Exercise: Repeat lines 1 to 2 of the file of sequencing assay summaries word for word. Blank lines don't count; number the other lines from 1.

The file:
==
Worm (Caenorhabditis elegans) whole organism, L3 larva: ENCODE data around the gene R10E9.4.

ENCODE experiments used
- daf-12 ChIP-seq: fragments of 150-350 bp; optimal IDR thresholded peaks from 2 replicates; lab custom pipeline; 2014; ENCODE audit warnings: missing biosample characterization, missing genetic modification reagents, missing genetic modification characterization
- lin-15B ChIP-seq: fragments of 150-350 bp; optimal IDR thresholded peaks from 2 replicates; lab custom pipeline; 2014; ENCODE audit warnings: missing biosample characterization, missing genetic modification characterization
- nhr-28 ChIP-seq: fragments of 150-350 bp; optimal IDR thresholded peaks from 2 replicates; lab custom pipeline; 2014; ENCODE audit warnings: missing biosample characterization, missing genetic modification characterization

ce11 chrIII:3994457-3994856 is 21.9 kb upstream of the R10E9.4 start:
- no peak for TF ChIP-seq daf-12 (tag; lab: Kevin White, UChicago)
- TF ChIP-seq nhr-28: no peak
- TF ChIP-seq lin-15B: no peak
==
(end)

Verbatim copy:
Worm (Caenorhabditis elegans) whole organism, L3 larva: ENCODE data around the gene R10E9.4.

ENCODE experiments used